News reportClimate Policy, Other and cross-cutting, Sustainable EconomyEurope, Germany, Portugal, Slovenia
‘Think European – Act local’: Three EU Presidencies, six cities and many ideas for climate action
by Anselm Bareis and Oliver Hölcke, GIZ/EUKI
Just in time for the start of the German Council of the European Union Presidency, the EUKI project ‘Three4Climate’ is picking up speed. It connects the German with the subsequent presidencies of Portugal and Slovenia and the expectations for the trio presidency could hardly be higher. While plans and strategies for a European economic recovery dominate the current debate in Brussels, the trio presidency has originally committed itself to prioritize climate in the respective programs. The new EUKI project Three 4 Climate aims to translate this spirit into cooperation at all levels of governance. Guidehouse, adelphi and the Independent Insitute for Environmental issues (UfU) implement the project together with the local partners Institute of Social Sciences – Faculty of Sciences University of Lisbon and the Energy Agency of Podravje (Energap). Regarding the participation in the project, each partner city in Slovenia, Portugal and Germany has its very own expectations and planned climate action measures:
The Slovenian municipalities Maribor and Kranj invest in ‘smart mobility’
‘From our participation in the Three4Climate project, we expect to share the ideas with other cities and exchange with the ministerial and the EU level on local climate action’ says Gordana Kolesarič, the project leader from Maribor.
Almost a decade ago, the municipality has launched the ‘Smart City Initiative’ in order to activate a sustainable city environment and pursue innovation by supporting the development of ideas and practical solutions which help to improve ‘the life of a city’. With the ‘Kolesodvor’, Maribor was the first municipality in Slovenia to arrange a special bicycle storage area in front of the central station. The ‘bike and ride’ project is one of the nine ‘smart mobility’ projects that have already been supported since 2010. Marko Hočevar from the other participating Slovenian city Kranj hopes ‘that the two cities are becoming shining examples for smart mobility and can contribute to the progress in this field by sharing experiences, ideas and their implemented projects.’
The Portuguese cities Braga and Loulé foster community engagement
Ana Cristina Costa, who is an environmental Technician and working for the Portuguese municipality Braga, has similar expectations: ‘From our participation in the Three4Climate project, we expect to learn and share with other municipalities and schools and influence European policy.’
In order to so, the city has planned various interactive activities, as the Escola Mais Verde (The Greenest School) contest or the project Oxigenar Braga (Clean air for Braga). In these projects, school kids, families, associations and other parts of the local community shall be activated to make the city greener and to encourage the spirit of citizenship, entrepreneurship and environmental sensitivity. For example, ‘by creating sustainable vegetable gardens and making citizens familiar with the concept of the circular economy’, says Ana Cristina Costa. ‘We hope to make them appreciate green public spaces, actively participate in the community life, eat properly and develop a healthy taste for nature.’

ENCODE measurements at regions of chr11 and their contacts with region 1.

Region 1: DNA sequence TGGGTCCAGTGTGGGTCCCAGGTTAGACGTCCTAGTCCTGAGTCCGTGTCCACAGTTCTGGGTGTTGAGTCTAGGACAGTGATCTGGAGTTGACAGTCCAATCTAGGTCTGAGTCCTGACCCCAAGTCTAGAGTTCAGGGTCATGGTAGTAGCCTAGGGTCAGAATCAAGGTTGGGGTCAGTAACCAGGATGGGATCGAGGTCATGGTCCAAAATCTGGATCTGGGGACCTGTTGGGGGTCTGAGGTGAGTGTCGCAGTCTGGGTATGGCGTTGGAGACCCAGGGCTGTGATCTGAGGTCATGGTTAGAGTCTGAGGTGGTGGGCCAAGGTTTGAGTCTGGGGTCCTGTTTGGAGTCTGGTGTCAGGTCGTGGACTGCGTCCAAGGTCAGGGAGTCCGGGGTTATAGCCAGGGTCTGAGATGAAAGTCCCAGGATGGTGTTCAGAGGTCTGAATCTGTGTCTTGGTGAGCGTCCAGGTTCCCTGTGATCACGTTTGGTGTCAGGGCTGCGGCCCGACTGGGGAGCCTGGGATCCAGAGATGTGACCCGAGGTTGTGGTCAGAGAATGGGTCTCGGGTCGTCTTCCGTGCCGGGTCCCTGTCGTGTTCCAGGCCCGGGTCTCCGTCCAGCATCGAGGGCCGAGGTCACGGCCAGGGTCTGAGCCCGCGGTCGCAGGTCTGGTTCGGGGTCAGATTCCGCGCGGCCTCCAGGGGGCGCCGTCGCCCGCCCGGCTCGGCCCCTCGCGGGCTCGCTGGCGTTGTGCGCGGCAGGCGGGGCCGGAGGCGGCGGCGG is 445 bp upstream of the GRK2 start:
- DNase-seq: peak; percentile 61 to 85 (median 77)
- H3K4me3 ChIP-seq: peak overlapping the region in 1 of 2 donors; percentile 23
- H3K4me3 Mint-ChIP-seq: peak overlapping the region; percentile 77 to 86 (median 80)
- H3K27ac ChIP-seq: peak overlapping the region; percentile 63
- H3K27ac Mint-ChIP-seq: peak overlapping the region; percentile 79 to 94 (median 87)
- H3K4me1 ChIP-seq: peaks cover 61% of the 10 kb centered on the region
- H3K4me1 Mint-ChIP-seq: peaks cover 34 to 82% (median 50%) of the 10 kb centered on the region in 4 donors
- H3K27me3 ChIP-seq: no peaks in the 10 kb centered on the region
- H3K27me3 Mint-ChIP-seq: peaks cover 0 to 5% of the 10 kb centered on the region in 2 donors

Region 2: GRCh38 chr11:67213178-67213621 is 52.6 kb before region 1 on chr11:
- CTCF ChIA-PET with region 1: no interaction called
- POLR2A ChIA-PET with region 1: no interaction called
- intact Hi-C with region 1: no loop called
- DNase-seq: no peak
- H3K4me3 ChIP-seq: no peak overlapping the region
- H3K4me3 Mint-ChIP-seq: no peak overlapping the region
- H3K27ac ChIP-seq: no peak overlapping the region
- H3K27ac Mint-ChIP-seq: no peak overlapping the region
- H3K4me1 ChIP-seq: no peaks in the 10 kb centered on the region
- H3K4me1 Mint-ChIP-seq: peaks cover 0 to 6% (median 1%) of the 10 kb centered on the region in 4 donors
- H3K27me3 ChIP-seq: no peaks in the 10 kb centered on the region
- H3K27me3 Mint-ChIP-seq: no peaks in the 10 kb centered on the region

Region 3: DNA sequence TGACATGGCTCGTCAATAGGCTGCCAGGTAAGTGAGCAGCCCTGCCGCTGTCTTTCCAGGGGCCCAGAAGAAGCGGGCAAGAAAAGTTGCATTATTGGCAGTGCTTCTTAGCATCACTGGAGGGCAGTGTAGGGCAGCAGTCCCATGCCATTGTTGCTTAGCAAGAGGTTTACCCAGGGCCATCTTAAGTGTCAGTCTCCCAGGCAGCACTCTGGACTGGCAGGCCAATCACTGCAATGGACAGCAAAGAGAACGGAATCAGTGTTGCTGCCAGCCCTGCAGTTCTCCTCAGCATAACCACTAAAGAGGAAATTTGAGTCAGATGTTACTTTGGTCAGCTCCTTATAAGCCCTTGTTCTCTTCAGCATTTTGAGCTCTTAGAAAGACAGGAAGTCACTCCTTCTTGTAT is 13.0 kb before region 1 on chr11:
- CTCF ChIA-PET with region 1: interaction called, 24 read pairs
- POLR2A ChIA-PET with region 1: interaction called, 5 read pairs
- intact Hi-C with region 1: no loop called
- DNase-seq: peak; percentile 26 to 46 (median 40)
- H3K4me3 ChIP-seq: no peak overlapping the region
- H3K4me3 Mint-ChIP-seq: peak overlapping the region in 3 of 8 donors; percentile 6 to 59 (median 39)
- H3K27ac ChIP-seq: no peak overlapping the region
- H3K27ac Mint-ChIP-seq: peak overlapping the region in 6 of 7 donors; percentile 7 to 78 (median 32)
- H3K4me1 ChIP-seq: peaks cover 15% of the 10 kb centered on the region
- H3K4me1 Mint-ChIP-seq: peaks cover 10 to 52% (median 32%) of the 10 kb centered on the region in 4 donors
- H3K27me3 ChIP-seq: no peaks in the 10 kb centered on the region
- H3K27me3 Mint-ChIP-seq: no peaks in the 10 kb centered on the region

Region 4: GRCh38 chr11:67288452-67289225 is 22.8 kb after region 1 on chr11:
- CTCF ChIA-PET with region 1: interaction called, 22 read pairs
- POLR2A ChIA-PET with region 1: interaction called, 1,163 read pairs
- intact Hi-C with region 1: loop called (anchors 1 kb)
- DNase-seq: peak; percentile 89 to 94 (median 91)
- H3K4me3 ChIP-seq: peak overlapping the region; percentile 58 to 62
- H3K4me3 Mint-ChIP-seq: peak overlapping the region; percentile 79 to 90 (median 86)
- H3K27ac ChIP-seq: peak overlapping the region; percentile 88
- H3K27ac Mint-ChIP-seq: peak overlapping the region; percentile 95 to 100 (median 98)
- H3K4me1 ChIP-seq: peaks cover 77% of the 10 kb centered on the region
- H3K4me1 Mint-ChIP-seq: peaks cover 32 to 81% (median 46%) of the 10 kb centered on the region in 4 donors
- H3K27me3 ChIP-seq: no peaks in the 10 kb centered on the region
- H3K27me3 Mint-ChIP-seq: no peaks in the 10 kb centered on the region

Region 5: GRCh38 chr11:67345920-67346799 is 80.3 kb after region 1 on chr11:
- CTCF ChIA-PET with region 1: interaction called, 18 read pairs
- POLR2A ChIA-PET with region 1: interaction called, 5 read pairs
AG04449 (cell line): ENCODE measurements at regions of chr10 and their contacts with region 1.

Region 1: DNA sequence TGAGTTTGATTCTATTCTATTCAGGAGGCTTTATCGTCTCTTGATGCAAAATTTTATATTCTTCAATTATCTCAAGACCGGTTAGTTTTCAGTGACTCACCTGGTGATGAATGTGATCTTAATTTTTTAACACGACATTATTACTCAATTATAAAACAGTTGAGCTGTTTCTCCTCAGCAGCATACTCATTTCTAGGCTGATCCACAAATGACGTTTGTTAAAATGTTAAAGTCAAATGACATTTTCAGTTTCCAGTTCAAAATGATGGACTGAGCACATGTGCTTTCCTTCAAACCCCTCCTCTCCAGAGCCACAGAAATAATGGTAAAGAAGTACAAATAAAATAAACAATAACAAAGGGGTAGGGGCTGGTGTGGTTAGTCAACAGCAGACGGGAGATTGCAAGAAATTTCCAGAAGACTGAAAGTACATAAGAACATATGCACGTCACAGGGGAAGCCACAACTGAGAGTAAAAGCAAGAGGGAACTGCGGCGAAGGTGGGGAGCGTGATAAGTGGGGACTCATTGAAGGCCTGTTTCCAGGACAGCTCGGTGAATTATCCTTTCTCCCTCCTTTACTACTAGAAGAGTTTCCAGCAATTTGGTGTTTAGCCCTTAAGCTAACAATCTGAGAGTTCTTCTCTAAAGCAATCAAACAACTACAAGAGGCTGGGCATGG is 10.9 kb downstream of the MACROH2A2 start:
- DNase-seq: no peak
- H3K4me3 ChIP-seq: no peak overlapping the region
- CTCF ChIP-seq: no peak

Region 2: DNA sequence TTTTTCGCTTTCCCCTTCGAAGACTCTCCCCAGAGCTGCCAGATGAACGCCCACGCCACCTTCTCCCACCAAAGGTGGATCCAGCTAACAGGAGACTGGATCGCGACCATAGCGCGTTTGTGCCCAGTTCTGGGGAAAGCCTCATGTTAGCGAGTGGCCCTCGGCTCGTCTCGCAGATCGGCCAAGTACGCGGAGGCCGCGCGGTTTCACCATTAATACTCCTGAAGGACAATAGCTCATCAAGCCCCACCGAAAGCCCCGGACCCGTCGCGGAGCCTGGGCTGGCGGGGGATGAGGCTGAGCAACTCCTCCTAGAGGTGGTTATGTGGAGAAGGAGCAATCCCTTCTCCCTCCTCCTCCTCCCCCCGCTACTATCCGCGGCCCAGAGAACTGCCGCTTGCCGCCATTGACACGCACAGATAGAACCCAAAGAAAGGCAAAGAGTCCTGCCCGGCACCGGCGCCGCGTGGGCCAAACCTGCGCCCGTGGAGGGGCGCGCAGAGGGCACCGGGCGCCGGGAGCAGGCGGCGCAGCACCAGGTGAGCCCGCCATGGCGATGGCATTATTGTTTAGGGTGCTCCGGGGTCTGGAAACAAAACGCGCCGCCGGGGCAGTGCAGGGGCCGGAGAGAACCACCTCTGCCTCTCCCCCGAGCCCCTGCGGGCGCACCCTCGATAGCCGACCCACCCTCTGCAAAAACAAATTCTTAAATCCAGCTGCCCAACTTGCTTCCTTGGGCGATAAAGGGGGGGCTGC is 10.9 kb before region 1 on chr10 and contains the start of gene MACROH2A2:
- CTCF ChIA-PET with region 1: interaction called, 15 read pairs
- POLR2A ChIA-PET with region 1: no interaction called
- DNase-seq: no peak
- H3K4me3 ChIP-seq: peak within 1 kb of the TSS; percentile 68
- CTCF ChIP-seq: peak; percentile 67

Loulé, the second Portuguese partner city of Three4Climate, focuses on the incorporation of renewables in municipality buildings as local schools. With the project ’School Energy Community’, the municipality likewise tries to foster civic engagement for climate action in Portugal.
The German participants Bielefeld and Radolfzell lower their emissions
Olaf Lewald, Head of the Office for Mobility and Commissioner for European Affairs at the municipality Bielefeld, expects ‘a transnational exchange on sustainable urban development and climate action on the local and the EU level’ from the city’s participation at Three4 Climate. In his municipality, the focus is laid on the reduction of emissions in the city center, as Bielefeld aims to make a change toward ‘less car traffic, more walking, more cycling’ and in result: ‘more space for the people’. The goals of the ‘Low Emission City Center’ project, which is the cornerstone of the city’s climate action strategy, shall be achieved by different measures. As an example, the city pushes for innovative last mile logistics in the center of Bielefeld, where the more sustainable and space-saving cargo bikes are planned to be the first choice amongst the used delivery vehicles.
The second German project partner city is Radolfzell on sunny Lake Constance. The municipality set itself an ambitious goal of reducing energy consumption to 2000 watts per inhabitant in the coming years. The nationwide average in Germany is three times as high: at around 6000 watts per capita.
The municipalities and the participating schools have shared their experiences, plans and ideas for the upcoming one and a half years in a virtual working-level kick-off workshop in the beginning of June. The second step for the Three4Climate project was a kick-off event with the participation of the German Federal Ministry for the Environment (BMU) and State Secretaries, Mayors and Headmasters from the three countries. During the virtual event, actors from all political levels first met to share their expectations and planned climate action measures.
For the next one and a half years, the project plans an event to connect the local level all the way to the EU level and further participatory activities. These include city study tours for the municipal staff, teacher exchange visits and a competition for students with the option to win a train ride to the trio countries.